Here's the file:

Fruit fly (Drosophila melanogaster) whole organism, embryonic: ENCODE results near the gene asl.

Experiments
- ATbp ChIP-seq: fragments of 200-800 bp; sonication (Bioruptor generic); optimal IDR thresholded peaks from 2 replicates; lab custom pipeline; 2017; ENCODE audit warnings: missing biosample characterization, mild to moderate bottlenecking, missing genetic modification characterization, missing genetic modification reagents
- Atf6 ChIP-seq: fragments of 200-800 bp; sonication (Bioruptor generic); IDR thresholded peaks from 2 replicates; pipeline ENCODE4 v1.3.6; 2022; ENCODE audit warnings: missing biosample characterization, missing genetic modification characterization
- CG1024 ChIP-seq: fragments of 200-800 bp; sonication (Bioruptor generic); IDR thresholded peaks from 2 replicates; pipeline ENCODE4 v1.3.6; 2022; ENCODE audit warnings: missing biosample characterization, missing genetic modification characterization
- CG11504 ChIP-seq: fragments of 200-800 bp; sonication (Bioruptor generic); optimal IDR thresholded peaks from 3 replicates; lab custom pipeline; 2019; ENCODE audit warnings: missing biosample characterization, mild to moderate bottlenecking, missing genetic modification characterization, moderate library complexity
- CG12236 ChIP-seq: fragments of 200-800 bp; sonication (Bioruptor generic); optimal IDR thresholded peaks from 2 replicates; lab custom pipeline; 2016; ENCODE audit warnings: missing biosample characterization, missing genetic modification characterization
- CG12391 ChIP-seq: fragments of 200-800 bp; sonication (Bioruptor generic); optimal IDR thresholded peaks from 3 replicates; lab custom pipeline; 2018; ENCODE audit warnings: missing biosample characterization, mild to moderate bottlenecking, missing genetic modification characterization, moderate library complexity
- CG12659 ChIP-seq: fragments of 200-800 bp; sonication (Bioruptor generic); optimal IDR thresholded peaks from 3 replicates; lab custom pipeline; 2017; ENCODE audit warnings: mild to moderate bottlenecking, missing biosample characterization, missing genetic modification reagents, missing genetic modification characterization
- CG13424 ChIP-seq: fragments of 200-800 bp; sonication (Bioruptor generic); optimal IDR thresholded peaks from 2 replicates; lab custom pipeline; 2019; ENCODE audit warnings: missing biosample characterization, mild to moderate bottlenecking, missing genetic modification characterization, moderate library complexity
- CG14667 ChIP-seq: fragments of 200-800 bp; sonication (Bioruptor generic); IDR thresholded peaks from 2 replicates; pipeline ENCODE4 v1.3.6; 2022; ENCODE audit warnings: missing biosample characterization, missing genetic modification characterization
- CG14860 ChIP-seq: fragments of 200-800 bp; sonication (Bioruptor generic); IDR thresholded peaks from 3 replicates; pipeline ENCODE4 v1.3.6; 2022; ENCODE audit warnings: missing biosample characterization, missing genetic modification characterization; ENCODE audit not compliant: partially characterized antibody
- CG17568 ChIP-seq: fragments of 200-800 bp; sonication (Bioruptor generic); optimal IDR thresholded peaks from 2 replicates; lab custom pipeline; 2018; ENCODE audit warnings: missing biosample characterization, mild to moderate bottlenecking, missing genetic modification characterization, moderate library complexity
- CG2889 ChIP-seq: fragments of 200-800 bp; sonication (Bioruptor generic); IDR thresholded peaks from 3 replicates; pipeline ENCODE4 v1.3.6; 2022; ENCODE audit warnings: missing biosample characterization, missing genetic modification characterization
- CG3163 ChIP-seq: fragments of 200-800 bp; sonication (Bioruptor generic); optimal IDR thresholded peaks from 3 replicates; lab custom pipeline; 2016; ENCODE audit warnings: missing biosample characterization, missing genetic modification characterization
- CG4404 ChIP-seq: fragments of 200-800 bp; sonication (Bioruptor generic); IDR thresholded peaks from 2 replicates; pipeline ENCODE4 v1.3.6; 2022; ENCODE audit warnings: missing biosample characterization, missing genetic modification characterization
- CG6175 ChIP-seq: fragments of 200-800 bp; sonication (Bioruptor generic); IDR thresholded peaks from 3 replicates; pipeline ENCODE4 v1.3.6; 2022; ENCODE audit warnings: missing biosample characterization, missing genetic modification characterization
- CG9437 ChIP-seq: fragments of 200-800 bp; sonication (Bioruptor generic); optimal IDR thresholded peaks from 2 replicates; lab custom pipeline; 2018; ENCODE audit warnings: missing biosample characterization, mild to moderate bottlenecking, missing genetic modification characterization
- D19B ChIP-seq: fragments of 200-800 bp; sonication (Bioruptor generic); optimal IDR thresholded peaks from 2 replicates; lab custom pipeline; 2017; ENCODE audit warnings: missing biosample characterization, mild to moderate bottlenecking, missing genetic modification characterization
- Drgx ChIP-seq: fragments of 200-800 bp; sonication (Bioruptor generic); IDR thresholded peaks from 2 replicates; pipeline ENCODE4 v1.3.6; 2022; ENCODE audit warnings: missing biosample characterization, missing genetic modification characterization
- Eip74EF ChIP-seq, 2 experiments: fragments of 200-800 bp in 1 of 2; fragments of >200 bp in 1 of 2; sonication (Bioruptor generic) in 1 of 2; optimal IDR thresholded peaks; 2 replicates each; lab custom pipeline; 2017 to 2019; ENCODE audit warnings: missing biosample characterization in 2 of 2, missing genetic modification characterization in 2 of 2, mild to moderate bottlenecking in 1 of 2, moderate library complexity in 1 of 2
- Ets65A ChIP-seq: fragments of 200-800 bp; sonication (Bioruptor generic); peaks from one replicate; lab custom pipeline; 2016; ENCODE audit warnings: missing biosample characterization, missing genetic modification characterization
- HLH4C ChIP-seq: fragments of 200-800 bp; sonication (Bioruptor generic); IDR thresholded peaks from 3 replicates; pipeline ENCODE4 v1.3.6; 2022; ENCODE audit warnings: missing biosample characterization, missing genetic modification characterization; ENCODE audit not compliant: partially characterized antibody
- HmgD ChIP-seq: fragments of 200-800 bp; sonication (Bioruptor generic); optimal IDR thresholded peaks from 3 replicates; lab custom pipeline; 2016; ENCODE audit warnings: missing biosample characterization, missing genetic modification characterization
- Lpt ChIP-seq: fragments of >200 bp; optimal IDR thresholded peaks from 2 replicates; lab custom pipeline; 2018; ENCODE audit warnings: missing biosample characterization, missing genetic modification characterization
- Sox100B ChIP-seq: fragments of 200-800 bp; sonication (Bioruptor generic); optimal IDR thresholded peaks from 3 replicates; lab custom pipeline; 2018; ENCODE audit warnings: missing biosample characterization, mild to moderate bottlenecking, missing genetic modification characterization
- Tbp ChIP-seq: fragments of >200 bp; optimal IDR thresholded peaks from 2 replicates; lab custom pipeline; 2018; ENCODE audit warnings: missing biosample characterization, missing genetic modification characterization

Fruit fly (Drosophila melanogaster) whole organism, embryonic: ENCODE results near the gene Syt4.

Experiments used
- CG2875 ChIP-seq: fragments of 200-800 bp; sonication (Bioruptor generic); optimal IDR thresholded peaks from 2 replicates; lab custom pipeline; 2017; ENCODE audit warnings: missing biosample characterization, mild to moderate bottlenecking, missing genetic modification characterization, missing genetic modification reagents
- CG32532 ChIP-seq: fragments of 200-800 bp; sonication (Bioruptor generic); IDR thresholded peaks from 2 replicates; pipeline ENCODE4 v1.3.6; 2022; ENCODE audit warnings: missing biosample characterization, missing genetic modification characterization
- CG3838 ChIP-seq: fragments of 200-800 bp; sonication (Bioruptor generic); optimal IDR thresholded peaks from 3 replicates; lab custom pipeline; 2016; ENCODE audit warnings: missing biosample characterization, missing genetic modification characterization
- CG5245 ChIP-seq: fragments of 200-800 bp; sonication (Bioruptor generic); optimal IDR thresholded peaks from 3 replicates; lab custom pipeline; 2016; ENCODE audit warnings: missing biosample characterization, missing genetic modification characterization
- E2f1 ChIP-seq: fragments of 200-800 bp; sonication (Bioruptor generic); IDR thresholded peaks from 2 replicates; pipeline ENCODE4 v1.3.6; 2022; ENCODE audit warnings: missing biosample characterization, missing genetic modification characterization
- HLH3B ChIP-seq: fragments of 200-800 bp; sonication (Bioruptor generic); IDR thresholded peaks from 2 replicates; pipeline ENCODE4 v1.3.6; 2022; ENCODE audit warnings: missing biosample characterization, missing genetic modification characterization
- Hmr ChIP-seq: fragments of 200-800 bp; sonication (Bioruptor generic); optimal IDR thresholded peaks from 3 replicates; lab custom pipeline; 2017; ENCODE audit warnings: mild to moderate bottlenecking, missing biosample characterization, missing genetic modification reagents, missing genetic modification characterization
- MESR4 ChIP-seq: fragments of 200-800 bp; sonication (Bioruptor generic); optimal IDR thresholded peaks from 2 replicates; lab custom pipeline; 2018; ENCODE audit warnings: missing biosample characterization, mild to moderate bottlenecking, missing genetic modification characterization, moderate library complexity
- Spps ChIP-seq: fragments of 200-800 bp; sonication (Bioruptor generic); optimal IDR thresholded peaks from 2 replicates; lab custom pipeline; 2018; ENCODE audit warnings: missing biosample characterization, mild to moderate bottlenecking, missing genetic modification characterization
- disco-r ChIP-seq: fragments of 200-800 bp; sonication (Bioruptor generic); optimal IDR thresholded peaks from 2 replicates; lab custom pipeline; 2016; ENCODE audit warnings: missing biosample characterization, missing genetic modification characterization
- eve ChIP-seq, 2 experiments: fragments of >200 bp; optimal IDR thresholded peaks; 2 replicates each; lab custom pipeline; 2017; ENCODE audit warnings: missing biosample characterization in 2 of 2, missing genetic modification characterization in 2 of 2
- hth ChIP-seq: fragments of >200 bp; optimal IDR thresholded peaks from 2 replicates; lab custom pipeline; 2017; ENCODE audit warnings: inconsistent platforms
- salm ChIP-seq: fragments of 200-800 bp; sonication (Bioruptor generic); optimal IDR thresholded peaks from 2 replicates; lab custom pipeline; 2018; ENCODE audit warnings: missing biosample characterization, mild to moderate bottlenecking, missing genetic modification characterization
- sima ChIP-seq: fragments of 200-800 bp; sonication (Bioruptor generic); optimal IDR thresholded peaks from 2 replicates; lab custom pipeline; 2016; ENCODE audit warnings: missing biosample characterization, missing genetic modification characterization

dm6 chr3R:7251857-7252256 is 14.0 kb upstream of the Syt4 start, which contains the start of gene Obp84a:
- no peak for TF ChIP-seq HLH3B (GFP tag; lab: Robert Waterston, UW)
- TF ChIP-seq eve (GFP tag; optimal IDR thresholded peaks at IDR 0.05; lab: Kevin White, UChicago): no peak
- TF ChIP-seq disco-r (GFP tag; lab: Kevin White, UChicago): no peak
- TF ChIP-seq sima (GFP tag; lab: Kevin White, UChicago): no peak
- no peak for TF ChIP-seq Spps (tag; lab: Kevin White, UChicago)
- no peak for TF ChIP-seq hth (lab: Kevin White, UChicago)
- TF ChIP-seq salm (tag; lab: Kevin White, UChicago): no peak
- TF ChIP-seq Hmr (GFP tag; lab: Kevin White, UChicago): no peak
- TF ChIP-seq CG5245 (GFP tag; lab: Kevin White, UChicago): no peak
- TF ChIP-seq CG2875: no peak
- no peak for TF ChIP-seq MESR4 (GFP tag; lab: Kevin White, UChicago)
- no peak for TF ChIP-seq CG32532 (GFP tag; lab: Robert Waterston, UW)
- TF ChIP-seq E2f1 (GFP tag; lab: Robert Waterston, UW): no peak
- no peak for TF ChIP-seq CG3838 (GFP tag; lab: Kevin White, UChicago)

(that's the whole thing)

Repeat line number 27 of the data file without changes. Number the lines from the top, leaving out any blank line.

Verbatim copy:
- Tbp ChIP-seq: fragments of >200 bp; optimal IDR thresholded peaks from 2 replicates; lab custom pipeline; 2018; ENCODE audit warnings: missing biosample characterization, missing genetic modification characterization